Posted by Iain Singleton on June 2, 2017
Ever since I started working in verification it’s always felt like a huge responsibility. It’s up to me to make sure that this design doesn’t have a bug that could sneak its way into silicon, then into millions of consumer products, bankrupting the company or worse. I always felt like missing that one issue in that one line of RTL could be the first beat of the butterfly wing that starts some kind of global meltdown! Perhaps my paranoid delusions make me a better engineer, likely not, but I’m stuck with them nonetheless!
The fact I’ve always been lucky enough to work with formal has been something of a comfort. I know that I’m exploring all possibilities, leaving no stone unturned, so my worries get somewhat minimized. When it comes to accuracy of constraints however, I’ve always had a tough time feeling confident in them.
Formal technology has evolved significantly in recent years and I now have access to a wider range of features that can help me rest a little easier. From built in coverage based overconstraint analysis, to waveform based design exploration I now have a much better idea of what my constraints are really doing. We’ll discuss these in more detail in subsequent blogs but if you’re interested in learning a little more check out this cool webinar on formal sign off flows
These new features have helped me a lot, but it’s not to say I haven’t, at times, still found myself sat with no spec, an un-cooperative designer sat 5000 miles away and an impossible timescale. I guess engineering wasn’t supposed to be easy! Thinking about this blog entry reminded me of an old fairy tale, Goldilocks and the Three Bears, which I have unashamedly used below to explain how life with constraints can sometimes feel. #thestruggleisreal my friends!
Once upon a time there was an engineer called Goldilocks, who was tasked with formally verifying a block for Bear Industries. Goldilocks studied the spec for the prdge-300 block and developed her test plan as accurately as possible, but the spec was confusing and missing micro-architectural information. Goldilocks set about trying to develop her constraints as best she could. As this was a packet based interface she reasoned “It must be the case that I can only change the input data on a valid and ready.” Goldilocks added her constraint and ran her formal tool. Her assertions failed! Goldilocks jumped for joy and called the designer as quickly as possible. “I’ve found a bug!” she exclaimed, her cry ringing out across the cubes of the office. The grumpy design engineer was very busy. His block had already been verified in simulation and he did not have time to be wasted. After reluctantly reviewing the waves he responded to Goldilocks “This trace is nonsense! You can’t have packet IDs changing during a packet!”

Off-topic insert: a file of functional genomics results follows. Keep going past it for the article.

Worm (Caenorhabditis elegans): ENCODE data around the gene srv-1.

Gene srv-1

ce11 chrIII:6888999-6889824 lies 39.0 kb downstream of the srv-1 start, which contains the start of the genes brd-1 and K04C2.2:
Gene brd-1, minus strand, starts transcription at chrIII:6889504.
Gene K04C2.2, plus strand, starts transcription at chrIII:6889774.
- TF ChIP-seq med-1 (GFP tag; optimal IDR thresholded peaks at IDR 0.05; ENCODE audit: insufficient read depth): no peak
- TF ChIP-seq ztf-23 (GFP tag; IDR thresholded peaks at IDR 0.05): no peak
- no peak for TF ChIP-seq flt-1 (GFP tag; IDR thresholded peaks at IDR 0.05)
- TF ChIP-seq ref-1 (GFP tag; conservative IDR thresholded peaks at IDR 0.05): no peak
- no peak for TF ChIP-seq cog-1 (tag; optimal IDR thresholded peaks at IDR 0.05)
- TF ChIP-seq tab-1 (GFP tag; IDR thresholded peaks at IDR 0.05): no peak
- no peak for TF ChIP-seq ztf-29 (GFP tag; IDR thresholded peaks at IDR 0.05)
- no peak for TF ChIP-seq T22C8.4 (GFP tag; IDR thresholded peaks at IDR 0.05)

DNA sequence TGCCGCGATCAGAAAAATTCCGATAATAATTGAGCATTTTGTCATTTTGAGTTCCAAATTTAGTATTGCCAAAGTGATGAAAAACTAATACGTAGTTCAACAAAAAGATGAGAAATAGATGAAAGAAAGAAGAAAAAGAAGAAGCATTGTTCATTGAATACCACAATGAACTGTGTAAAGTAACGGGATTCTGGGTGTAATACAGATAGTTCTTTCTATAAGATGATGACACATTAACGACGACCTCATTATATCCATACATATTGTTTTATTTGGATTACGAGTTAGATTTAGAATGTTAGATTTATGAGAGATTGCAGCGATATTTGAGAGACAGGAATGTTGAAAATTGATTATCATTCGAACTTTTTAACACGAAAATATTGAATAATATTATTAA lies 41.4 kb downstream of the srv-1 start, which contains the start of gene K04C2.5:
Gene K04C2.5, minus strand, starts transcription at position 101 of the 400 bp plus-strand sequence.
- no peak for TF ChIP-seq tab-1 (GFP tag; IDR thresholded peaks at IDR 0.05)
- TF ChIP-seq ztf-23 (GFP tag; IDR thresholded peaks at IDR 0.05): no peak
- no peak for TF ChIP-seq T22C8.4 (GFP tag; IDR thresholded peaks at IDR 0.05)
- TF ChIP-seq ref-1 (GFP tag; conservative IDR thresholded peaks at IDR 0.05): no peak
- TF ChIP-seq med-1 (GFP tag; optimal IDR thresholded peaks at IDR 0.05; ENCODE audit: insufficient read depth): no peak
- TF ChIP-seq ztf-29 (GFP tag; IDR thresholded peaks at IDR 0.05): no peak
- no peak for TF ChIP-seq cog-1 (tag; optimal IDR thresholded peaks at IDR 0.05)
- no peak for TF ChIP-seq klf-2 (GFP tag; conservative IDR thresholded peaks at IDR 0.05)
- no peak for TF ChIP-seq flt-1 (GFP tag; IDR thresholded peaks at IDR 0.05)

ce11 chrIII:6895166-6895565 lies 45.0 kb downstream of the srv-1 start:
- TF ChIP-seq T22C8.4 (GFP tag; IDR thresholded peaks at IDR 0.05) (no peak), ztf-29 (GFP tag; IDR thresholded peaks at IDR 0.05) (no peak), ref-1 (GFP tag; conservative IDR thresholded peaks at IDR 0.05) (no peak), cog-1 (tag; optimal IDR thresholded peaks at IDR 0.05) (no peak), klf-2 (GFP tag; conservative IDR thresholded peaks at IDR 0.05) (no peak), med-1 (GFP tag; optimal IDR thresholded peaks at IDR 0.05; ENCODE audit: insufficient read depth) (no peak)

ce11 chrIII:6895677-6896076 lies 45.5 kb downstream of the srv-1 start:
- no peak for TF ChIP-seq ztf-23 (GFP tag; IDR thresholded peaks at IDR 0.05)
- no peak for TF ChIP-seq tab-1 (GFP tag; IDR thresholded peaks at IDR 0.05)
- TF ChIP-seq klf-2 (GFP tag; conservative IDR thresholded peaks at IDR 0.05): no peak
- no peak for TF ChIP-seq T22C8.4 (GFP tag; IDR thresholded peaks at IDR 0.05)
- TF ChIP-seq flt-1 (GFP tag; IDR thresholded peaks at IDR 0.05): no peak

Goldilocks’ realized that her constraint was too underconstraining and she would need to review her environment.
Taking the design engineers comments on board Goldilocks went back to her emacs to try again. “Hmm IDs can’t change during a packet?” Goldilocks pondered, “that must mean I should make them stable!” Goldilocks added her new constraint and re-ran the properties. All full proofs! Goldilocks was pleased that she had been able to close some of the tough properties and gleefully passed her block off for review and sign-off. Later that day however, Goldilocks received a call from the review team to say that her constraints failed in the top level simulations. Packet IDs should be allowed to change, just not during the same packet transfer. Her second constraint had been too overconstraining. The management team and designer were starting to question the value of formal, they’d been taping out for years using simulation and didn’t know why they should be wasting any more money.
Goldilocks was nothing if not a determined engineer and would not let these setbacks stop her from completing her formal work. She chased up the designer for final clarification on the interfaces and sat up late that evening to complete the work. Running her properties one final time she saw a failure! Goldilocks sent the waves to the designer and her environment to the review team and went to bed.
Having stayed up so late the previous evening Goldilocks overslept and in the morning was awoken by a call from Bear Industries. Goldilocks was panicked and ready to rush to the office but on the phone was the director of verification. “Great work Goldilocks! Your constraints have passed review and the failure was a critical bug we missed in simulations!” The management team and grumpy design engineer all came around to the joys of formal, her third constraint was just right.